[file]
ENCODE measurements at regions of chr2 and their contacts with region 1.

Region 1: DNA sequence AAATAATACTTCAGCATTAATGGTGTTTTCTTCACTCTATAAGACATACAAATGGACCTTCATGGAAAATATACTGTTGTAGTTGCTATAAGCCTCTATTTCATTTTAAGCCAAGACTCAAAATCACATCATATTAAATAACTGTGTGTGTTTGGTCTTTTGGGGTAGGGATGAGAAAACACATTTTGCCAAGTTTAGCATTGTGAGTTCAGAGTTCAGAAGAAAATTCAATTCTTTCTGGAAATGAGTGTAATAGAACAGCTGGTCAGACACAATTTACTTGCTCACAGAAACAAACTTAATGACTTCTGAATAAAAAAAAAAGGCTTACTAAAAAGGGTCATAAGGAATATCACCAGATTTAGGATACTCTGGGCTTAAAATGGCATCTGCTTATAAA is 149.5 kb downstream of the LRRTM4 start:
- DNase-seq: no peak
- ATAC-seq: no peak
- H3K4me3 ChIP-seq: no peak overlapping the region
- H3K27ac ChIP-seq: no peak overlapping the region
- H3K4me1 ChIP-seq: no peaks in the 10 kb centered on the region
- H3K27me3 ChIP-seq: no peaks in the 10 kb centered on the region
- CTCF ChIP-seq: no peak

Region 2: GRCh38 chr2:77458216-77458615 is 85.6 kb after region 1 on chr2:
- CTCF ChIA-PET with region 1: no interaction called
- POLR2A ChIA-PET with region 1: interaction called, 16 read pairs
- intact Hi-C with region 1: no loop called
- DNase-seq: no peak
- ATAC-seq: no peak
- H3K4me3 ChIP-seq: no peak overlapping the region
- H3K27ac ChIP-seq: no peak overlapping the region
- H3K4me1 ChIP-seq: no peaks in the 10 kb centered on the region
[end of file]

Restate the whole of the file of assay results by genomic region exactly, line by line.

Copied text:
ENCODE measurements at regions of chr2 and their contacts with region 1.

Region 1: DNA sequence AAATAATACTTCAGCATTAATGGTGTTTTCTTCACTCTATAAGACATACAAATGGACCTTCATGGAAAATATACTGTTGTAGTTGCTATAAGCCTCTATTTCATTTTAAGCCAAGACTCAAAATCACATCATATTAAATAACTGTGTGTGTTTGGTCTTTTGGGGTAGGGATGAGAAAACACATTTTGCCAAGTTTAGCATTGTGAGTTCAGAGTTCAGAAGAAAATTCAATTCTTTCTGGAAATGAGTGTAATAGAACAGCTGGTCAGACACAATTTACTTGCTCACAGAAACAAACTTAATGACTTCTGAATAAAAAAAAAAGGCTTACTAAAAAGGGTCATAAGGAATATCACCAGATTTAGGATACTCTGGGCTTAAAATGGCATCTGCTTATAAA is 149.5 kb downstream of the LRRTM4 start:
- DNase-seq: no peak
- ATAC-seq: no peak
- H3K4me3 ChIP-seq: no peak overlapping the region
- H3K27ac ChIP-seq: no peak overlapping the region
- H3K4me1 ChIP-seq: no peaks in the 10 kb centered on the region
- H3K27me3 ChIP-seq: no peaks in the 10 kb centered on the region
- CTCF ChIP-seq: no peak

Region 2: GRCh38 chr2:77458216-77458615 is 85.6 kb after region 1 on chr2:
- CTCF ChIA-PET with region 1: no interaction called
- POLR2A ChIA-PET with region 1: interaction called, 16 read pairs
- intact Hi-C with region 1: no loop called
- DNase-seq: no peak
- ATAC-seq: no peak
- H3K4me3 ChIP-seq: no peak overlapping the region
- H3K27ac ChIP-seq: no peak overlapping the region
- H3K4me1 ChIP-seq: no peaks in the 10 kb centered on the region